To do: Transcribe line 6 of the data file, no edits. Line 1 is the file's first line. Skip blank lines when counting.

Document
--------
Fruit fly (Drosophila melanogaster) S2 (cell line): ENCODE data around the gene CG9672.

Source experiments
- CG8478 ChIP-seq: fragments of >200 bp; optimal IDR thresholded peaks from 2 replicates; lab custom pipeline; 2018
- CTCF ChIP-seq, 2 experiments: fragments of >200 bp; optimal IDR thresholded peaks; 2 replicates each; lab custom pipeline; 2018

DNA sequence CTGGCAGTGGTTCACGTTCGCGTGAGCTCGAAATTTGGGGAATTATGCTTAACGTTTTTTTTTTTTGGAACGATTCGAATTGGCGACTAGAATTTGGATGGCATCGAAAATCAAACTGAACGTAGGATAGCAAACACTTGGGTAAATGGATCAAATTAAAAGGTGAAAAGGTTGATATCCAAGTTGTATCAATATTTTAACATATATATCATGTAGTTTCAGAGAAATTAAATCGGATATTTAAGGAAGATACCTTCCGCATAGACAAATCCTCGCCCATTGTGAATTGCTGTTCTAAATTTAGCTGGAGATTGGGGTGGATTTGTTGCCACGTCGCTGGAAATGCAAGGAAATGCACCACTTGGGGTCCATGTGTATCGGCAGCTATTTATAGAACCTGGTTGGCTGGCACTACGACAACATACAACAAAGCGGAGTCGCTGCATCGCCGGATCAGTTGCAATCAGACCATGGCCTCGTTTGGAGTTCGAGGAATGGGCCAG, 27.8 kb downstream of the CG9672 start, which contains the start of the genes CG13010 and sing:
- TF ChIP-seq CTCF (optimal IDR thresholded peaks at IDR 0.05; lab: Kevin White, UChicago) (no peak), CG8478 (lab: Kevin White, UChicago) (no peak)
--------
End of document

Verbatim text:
- TF ChIP-seq CTCF (optimal IDR thresholded peaks at IDR 0.05; lab: Kevin White, UChicago) (no peak), CG8478 (lab: Kevin White, UChicago) (no peak)